NEW YORK, Nov 16 (LPC) - US investors are taking advantage of volatility in the equity and fixed income markets to extract pricing concessions and document changes on some recent buyout loans, including a US$4.975bn financing backing Apollo Global Management’s US$5.6bn acquisition of hospital company LifePoint.
Floating-rate loans have been in demand as investors seek a hedge against rising interest rates. But the US equity market selloff is feeding into the loan market, which is helping investors to push back and win more favorable terms on aggressive deals.
The volatility that hit the wider markets in late October is pushing US secondary loan prices lower. The SMi100 index of the top traded loans fell to a year-long low of 98.21 after trading near the year’s highs at 98.91 as recently as October 8, according to LPC data.
“The market has traded off a bit, but it’s still pretty strong overall,” a banker said. “When you see deals struggle, it’s mainly idiosyncratic with unique characteristics.”
LifePoint announced on July 23 that Apollo had agreed to buy it in a deal valued at US$5.6bn and plans to merge LifePoint with its portfolio company RCCH HealthCare Partners. Citigroup led the financing with Barclays, Royal Bank of Canada, Credit Suisse, Deutsche Bank and UBS.
Investors’ concerns about LifePoint or the US hospital sector are secondary, however, to their feelings about Apollo, a private equity firm with a track record of playing hard ball and extracting value from investors involved in its deals.
The sponsor’s aggressive negotiation skills were illustrated when Apollo tangled with investors over the restructuring of gaming company Caesars Entertainment Co in 2016 after a messy bankruptcy that resulted in losses for bondholders.
“There’s definitely an Apollo premium,” a leveraged finance portfolio manager said. “We’ve been scarred. They are extremely competent but can also be brutal.”
This history has left investors keen to extract concessions from Apollo when possible, especially when market volatility strengthens their negotiating hand.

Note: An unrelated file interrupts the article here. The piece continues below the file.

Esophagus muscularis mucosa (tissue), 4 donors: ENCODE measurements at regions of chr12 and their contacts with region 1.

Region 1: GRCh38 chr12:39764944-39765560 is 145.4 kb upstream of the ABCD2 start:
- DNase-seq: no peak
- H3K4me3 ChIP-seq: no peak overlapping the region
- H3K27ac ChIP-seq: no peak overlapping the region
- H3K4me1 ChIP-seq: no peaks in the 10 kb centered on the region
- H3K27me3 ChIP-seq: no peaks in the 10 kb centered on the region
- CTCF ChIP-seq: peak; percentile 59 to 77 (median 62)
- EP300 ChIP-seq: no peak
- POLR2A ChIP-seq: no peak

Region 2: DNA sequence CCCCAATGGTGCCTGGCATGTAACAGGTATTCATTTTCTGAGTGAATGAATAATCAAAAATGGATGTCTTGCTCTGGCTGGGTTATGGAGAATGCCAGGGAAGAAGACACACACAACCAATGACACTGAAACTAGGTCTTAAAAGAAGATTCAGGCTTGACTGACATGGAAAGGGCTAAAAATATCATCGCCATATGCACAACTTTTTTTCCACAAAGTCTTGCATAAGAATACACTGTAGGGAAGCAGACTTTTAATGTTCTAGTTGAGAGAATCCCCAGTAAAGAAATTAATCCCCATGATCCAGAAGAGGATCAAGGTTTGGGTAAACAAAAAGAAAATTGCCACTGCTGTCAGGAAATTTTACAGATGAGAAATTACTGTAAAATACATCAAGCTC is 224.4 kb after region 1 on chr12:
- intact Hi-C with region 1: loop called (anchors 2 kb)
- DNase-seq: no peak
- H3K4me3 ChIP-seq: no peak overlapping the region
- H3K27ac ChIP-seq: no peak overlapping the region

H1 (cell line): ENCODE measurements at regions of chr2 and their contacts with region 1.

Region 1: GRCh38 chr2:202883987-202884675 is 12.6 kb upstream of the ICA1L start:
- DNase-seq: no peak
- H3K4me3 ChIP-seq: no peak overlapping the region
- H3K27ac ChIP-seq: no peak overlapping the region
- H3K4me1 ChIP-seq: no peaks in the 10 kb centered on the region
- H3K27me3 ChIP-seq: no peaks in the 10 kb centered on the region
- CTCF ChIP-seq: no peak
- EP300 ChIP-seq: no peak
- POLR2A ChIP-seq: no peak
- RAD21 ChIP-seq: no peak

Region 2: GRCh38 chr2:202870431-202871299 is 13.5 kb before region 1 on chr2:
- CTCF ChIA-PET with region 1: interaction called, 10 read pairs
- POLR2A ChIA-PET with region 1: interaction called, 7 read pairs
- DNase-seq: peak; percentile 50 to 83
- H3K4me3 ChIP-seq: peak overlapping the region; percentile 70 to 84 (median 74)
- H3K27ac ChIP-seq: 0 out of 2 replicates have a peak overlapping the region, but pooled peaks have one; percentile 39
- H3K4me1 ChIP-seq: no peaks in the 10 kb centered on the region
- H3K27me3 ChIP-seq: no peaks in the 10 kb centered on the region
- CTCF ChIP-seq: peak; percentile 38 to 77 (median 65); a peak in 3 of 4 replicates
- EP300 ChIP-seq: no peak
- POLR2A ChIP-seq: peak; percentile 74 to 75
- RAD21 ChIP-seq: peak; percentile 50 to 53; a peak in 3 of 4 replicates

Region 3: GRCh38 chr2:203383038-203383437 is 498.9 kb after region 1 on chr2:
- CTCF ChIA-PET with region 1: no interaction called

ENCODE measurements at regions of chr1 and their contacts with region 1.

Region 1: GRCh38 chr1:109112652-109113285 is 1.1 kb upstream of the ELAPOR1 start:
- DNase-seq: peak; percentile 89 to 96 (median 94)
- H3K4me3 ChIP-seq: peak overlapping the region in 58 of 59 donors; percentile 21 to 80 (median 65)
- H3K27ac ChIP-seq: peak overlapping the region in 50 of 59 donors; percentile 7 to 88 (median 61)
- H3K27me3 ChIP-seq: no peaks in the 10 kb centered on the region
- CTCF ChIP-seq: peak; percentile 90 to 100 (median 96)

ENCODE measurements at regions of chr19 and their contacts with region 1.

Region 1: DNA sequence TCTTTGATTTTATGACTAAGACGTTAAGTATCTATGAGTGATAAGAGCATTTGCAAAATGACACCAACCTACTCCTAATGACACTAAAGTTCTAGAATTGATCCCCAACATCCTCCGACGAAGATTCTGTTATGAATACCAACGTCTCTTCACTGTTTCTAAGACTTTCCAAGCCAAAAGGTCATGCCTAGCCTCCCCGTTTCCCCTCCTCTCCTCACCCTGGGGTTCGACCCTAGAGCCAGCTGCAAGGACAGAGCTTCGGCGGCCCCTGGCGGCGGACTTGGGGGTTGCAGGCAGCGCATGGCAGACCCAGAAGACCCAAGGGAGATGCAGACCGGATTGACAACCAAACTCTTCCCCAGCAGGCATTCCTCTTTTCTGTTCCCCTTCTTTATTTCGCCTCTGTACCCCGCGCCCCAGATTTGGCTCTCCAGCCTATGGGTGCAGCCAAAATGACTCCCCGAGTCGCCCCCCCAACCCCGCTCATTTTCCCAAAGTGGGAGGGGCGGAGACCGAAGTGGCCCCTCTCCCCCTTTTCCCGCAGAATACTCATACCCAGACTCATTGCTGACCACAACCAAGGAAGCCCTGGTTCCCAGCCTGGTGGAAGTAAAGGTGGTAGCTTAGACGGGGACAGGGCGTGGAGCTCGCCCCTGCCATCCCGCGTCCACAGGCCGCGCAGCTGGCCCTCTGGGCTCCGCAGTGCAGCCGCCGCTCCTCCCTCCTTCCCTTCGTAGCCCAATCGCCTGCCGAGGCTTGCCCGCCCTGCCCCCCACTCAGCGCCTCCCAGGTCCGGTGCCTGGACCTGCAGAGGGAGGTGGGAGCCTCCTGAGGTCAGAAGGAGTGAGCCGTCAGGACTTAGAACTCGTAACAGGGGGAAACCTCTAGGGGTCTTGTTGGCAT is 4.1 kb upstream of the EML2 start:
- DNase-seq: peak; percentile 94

After some resistance from investors, Apollo agreed to increase pricing on LifePoint’s term loan to 450bp over Libor from initial guidance of 400bp over Libor. Strong demand following the concessions allowed the loan to be increased to US$3.55bn from US$3.4bn while a bond offering was cut to US$1.425bn from US$1.575bn. The bonds priced at 9.75%, at the wide end of guidance.
The private equity firm also extended soft call protection of 101 to a full year from six months and added quarterly conference calls. A 50bp most favored nations clause was also added for the life of the loan and the size of restricted payments baskets was cut.
The borrower also added a springing maturity provision tied to the company’s US$150m of senior unsecured notes due in 2024 during syndication.
Investors described the pricing changes as secondary to the other adjustments, as they wanted to ensure that LifePoint’s loan had better investor protection than recent jumbo buyout loans for Refinitiv, formerly Thomson Reuters’ F&R unit, AkzoNobel’s specialty chemicals unit and physician outsourcing company Envision Healthcare, which priced at the end of summer.
Apollo’s concessions were primarily designed to ensure that LifePoint’s loan would perform well in the secondary market after the three jumbo loans were dragged lower by recent volatility. Refinitiv was quoted at 98-98.75 on Friday and Envision was at 97-97.5 after both broke for trading above par upon allocation. The loan backing the AkzoNobel deal has fared the best and is trading around 100.625-101 after it broke at 100.375-100.75.
“The market and how this (LifePoint) would trade were the biggest areas of focus,” said a source familiar with the deal.
LifePoint’s loan broke above its original issue discount of 99 at 99.125-99.375 on Wednesday, but had dropped to 98.5-98.875 on Thursday.
“They (Apollo) definitely wanted to get a good response to the deal,” said a second banker. “They spent a lot more time than they usually spend with investors. They asked what the market wanted.”
Apollo’s new investor-friendly approach and willingness to make concessions helped LifePoint’s deal to close successfully and the secondary market pricing fluctuation was attributed to market conditions, a second source familiar with the deal said.
“Every lender lends to Apollo. This is a supply-and-demand market. It had nothing to do with the sponsor. The market will take advantage where they can just like they were taken advantage of on those buyout deals recently,” the second source added.
The concessions may help Apollo on future deals, a third banker said.
“They (Apollo) seem to be wanting to extend an olive branch of sorts and this was a way to do it,” the third banker said.
Citigroup and Apollo declined comment. (Reporting by Jonathan Schwarzberg. Additional reporting by Kristen Haunss. Editing by Tessa Walsh and Michelle Sierra)